So far, so good. But after this point, the film rapidly speeds towards an unbelievable and extremely melodramatic climax to end much like a mainstream Hindi film. This too, would have rounded up the film smoothly had Parambrato not fallen to the temptation of adding an element of suspense through the mafia don segment led by a terribly miscast Shilajit. The don’s den is funnily decorated with false cricket balls hanging all over the place that look like shimmering hangings from a Christmas tree! A huge LCD screen keeps flashing some cricket match or another. The don’s stupid henchmen are dressed in cricket whites and are forever bumbling at their jobs. The don himself paces up and down, or shoots down a bumbling henchman coldly. For some strange reason, he is always thrilled with himself though three amateur dreamers with empty pockets and no assistants have unwittingly beat him hollow at his own job – kidnapping Neelanjana, who he was appointed to kidnap by her own secretary!
“If there is a determination to succeed, no one can stop you.” Neelanjana says this to the three young dreamers at the end of the film. This perhaps, is the message the film carries across. It uses entertainment, the angst of youth, and the three young men offering a microcosm of dreamers of the Y generation. The characterisations are fleshed out brilliantly. Wrik is the dominating one who is aggressive and can call the shots. Asif is the quiet one, dressed in long khadi kurtas, prone to sudden bursts of anger. Amit is the innocent one dressed in hep tee-shirts and jeans, with a soft heart that reaches out to Neelanjana in her captivity. The acting is superb. Rahul lives his role with his characteristic, understated candour. Rudranil expresses his volatile moods extremely well and Abhiraj’s an impressive debut. Rituparna is convincing as Neelanjana. She has simply to enact herself, the character being close to her real lifestyle. The scene where she bursts out at the three guys in her make-up room juxtaposed against the moonlit scene in Bolpur where she belts out a Tagore song expressing the loneliness of a top star show her versatility. Neel Dutta’s musical score is very good though among the songs, the only one that will stand the test of time is the title song that goes Jiyo Kaka, also the film’s theme song that expresses the angst and the bonhomie of the three youngsters. Saswata Chatterjee as the Amitabh-crazy police officer epitomizes the inefficiency and the lackadaisical attitude of the police force with his deadpan style very well. Kanchan Mitra is his usual good self as the two-faced star secretary.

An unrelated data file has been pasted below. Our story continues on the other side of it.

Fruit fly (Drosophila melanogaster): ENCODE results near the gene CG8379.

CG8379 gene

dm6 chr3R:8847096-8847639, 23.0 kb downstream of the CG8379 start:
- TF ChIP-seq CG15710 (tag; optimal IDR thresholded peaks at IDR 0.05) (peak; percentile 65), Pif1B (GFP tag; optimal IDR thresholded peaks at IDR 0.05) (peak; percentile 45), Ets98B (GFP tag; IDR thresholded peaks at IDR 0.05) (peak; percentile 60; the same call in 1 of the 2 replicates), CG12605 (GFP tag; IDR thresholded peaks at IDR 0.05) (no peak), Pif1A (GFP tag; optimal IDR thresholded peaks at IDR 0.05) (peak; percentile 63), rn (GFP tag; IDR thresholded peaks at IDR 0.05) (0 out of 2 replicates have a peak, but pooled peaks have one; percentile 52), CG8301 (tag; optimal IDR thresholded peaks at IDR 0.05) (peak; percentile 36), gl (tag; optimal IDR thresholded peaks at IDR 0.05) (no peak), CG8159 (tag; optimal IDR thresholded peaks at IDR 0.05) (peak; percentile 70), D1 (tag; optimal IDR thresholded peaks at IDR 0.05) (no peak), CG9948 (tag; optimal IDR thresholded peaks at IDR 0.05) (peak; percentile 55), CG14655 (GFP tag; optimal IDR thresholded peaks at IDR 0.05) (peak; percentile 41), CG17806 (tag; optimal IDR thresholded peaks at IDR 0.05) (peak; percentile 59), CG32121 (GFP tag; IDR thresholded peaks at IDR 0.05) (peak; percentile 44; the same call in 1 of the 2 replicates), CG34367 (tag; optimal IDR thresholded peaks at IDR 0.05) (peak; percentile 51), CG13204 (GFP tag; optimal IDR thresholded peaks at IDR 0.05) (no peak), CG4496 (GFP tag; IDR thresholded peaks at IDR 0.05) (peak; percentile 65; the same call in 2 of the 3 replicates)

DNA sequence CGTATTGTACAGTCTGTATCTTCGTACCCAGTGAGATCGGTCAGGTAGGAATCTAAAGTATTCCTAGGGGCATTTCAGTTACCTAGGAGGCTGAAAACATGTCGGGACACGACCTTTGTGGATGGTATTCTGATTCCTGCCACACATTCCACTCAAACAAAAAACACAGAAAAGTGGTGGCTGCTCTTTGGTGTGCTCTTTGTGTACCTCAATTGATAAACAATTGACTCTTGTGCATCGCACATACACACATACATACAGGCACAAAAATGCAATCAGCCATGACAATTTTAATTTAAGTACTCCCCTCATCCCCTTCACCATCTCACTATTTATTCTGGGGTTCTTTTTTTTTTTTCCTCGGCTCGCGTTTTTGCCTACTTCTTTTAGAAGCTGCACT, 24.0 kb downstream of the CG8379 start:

Soumik Haldar’s cinematography is filled with his mastery – in the room the three boys share with one wall totally plastered with a huge collage of film personalities across the world, moving into the semi-lit make-up room, to the terrace of the building the friends use to argue, discuss, fight, conspire and plan, to the strategically lit interiors of the don’s den, to the moonlit outdoors in Bolpur. Sujoy Dutta Roy’s editing suffers from the jarring effect of the scenes featuring the don and his henchmen. Quite superfluous and disturbing. Cut out the Shilajit segment and strip the film of its unrealistic climax, never mind the ‘fairy tale’ bit and Parambrato has pulled off a good first-time entertainer.
– Shoma A. Chatterji